Thank you Angel C.
From DUMBO we rushed over to the Brooklyn Bridge to walk along the pedestrian path. The scene here was similar to our experience at DUMBO. It was the golden hour and people were everywhere walking and using the magic of the light to take selfies and group photos on the bridge. It was too crowded for the tripod. I was worried that someone would trip over the legs. I switched to shooting handheld. I focused on capturing the vibe on the bridge with families and friends enjoying the view.
Designated a National Historic Landmark in 1964, the Brooklyn Bridge is a hybrid cable-stayed/suspension bridge that spans the East River and connecting the boroughs of Manhattan and Brooklyn. With a length of 1,825.4 m, the bridge is one of the oldest roadway bridges in the United States and was the world’s first steel-wire suspension bridge, as well as the first fixed crossing across the East River. Designed by German immigrant John Augustus Roebling, the bridge opened May 24, 1883; over 135 years ago! The bridge has 6 lanes of roadway with pedestrians and bicycles pathways.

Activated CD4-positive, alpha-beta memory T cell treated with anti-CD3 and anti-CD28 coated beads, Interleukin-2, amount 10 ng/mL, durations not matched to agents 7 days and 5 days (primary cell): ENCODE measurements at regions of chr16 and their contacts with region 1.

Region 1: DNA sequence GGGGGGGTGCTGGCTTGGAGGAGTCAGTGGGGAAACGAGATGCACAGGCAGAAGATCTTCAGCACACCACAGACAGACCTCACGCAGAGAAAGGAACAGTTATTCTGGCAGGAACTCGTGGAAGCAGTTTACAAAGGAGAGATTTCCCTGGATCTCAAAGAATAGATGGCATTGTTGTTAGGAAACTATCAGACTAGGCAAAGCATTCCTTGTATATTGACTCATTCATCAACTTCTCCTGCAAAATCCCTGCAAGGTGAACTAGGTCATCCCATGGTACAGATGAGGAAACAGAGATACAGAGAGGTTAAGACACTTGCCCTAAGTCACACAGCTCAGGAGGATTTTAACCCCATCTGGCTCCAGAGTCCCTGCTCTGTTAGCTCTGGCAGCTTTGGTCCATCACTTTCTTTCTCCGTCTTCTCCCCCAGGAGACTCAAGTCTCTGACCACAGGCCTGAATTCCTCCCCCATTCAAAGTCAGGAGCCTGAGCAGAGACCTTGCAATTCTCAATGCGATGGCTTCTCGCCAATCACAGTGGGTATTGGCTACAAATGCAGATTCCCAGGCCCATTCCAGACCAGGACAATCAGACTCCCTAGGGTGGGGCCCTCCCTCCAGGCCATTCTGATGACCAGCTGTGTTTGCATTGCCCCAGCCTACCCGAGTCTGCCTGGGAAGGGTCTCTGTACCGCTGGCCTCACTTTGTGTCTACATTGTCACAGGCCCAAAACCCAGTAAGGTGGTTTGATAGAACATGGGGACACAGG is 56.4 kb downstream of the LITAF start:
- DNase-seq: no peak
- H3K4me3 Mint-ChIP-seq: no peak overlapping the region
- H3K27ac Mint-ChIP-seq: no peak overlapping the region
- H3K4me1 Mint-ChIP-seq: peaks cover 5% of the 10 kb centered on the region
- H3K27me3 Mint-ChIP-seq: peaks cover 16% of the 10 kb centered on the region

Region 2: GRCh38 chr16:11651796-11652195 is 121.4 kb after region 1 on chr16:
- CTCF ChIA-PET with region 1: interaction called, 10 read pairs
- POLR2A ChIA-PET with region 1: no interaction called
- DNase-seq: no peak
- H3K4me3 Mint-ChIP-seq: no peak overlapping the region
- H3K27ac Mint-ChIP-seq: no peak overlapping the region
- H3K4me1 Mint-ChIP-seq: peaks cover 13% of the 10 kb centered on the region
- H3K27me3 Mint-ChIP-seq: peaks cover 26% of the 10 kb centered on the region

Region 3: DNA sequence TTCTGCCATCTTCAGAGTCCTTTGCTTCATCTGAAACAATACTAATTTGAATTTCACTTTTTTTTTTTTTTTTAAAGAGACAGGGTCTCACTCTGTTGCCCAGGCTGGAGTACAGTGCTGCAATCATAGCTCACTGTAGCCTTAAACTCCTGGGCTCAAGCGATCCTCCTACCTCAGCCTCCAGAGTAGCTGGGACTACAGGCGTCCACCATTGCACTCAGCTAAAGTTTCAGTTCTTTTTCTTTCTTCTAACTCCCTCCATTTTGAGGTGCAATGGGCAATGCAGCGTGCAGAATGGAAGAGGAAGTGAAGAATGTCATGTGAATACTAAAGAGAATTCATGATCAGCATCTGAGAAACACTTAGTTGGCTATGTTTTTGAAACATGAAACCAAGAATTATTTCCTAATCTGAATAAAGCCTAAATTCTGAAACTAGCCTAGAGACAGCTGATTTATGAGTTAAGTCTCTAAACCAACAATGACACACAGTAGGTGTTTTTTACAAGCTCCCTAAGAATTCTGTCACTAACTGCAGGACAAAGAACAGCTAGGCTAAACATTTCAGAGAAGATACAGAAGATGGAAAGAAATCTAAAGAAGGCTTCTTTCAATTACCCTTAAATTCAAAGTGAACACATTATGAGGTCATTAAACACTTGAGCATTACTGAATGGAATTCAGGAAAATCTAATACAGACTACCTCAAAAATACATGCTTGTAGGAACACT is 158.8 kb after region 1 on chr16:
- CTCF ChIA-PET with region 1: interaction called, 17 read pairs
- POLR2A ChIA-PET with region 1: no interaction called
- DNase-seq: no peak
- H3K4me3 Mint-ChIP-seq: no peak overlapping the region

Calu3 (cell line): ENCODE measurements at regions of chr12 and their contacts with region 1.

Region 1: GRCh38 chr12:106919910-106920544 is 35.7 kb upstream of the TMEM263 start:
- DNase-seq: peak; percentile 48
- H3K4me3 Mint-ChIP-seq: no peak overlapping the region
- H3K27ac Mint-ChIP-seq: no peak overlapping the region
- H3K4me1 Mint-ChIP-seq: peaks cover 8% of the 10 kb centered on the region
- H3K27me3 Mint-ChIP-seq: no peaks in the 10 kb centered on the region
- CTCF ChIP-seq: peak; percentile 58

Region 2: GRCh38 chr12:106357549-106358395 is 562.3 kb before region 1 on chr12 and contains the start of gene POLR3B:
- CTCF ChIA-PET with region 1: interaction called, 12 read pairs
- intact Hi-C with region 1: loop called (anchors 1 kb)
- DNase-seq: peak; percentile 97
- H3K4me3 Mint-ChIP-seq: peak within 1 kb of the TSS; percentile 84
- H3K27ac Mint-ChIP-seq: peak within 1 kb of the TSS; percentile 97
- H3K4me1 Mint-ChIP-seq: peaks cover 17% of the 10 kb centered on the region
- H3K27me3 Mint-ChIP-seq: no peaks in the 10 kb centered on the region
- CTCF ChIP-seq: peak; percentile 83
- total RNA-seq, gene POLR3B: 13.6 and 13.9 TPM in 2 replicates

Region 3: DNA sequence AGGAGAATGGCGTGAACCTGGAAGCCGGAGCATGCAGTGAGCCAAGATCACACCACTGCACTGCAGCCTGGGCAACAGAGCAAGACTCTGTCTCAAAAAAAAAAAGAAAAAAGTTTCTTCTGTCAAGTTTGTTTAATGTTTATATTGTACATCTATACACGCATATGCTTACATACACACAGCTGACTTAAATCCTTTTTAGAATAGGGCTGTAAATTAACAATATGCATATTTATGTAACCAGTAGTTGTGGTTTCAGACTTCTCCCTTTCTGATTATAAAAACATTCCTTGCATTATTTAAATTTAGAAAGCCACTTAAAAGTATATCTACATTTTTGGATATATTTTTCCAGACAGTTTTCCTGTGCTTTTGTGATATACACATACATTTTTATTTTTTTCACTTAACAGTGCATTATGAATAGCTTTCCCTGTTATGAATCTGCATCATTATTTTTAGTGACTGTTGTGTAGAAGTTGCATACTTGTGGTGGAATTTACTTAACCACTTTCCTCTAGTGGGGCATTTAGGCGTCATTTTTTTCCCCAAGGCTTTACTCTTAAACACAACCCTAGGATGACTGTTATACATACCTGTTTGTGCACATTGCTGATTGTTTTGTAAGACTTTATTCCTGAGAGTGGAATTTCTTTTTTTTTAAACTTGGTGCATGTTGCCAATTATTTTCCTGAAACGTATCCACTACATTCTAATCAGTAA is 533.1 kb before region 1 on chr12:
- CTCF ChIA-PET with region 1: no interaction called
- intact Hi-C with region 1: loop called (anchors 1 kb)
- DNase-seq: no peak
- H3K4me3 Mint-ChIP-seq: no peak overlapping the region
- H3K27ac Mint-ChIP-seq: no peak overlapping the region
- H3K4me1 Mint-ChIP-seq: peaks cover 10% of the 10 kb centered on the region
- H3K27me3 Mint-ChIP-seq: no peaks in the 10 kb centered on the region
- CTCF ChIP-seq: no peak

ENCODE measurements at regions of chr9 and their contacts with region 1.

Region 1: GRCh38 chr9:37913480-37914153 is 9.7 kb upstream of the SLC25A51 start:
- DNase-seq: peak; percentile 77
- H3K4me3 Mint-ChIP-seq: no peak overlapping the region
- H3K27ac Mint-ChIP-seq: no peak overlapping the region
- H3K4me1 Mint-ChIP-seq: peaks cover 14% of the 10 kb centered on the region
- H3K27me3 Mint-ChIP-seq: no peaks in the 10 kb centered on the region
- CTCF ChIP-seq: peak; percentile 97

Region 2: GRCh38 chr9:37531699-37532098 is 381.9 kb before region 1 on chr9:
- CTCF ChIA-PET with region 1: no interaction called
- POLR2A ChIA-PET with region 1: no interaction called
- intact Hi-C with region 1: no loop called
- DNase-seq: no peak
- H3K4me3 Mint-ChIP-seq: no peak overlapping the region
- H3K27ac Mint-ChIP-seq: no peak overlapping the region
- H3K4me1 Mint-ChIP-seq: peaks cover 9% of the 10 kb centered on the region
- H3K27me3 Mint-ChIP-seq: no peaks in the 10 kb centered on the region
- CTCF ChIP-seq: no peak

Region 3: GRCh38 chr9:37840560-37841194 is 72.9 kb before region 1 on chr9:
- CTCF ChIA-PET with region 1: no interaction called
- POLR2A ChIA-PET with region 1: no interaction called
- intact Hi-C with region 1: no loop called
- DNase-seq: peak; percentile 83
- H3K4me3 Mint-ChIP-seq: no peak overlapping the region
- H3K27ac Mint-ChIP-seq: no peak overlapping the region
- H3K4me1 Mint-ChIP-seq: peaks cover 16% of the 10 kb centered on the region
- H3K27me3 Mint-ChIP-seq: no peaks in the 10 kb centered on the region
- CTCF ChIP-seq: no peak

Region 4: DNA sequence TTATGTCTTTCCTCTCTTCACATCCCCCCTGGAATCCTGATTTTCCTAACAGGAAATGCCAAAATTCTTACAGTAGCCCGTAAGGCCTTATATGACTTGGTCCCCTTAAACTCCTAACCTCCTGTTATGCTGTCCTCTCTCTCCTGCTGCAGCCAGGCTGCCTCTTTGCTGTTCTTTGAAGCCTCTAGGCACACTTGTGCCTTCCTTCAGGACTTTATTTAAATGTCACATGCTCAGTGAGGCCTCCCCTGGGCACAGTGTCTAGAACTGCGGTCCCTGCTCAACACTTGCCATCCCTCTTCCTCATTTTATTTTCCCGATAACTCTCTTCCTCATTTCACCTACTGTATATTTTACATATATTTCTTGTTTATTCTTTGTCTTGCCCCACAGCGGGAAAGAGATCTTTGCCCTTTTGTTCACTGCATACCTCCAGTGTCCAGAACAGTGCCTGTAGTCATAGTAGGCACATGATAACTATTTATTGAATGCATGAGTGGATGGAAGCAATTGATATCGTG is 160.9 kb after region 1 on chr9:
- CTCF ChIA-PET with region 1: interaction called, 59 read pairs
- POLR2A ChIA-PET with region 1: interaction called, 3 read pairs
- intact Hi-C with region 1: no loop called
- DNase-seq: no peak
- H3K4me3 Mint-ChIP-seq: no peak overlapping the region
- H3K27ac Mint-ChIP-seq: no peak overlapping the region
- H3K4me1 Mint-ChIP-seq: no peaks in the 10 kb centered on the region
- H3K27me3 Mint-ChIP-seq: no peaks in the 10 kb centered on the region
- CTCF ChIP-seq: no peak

As the sun waned we returned to Brooklyn Bridge Park for photos of the Brooklyn and Manhattan Bridges. I scrambled down the ice rocks to the beach. I slipped a few times. I struggled a bit to find focus in low light near the beach. I was tired and so were my eyes. I did my best with the focus-peaking feature of the Fuji X-T2.
I have photographed these two bridge before so I captured a few long-exposure images and called it a night. I made my way, slowly and carefully, back to the park and venture indoors for a cup of camomile tea. It was a great day. We piled into Loren’s white van and Loren drove back through Manhattan to Penn Station and Grand Central Station to drop off the Connecticut members of our group. Then it was time for the drive back to Bridgewater.
From the Queensboro Bridge, Loren’s friend Jack drove us down to the Williamsburg Bridge. The bridge is a suspension bridge across the East River connecting the Lower East Side of Manhattan at Delancey Street with the Williamsburg neighbourhood of Brooklyn at Broadway near the Brooklyn-Queens Expressway (BQE).
This 2227m, eight lanes bridge has two train tracks carrying the ”J” train, “M” train, and “Z” lines of the New York City Subway. There is also a path for pedestrians and bicycles. The bridge was constructed by architect, Henry Hornbostel, and designer Leffert L. Buck. It was open on December 19, 1903. That was 115 years ago!
This bridge was more challenging to photograph from the vantage point at the foot of the bridge. I walked under and around the bridge trying to get a decent image of the length of the bridge. The support pillars of the bridge are surrounded by a fence with metal spikes at the top. I stood on one of the metal barriers to get a better shot.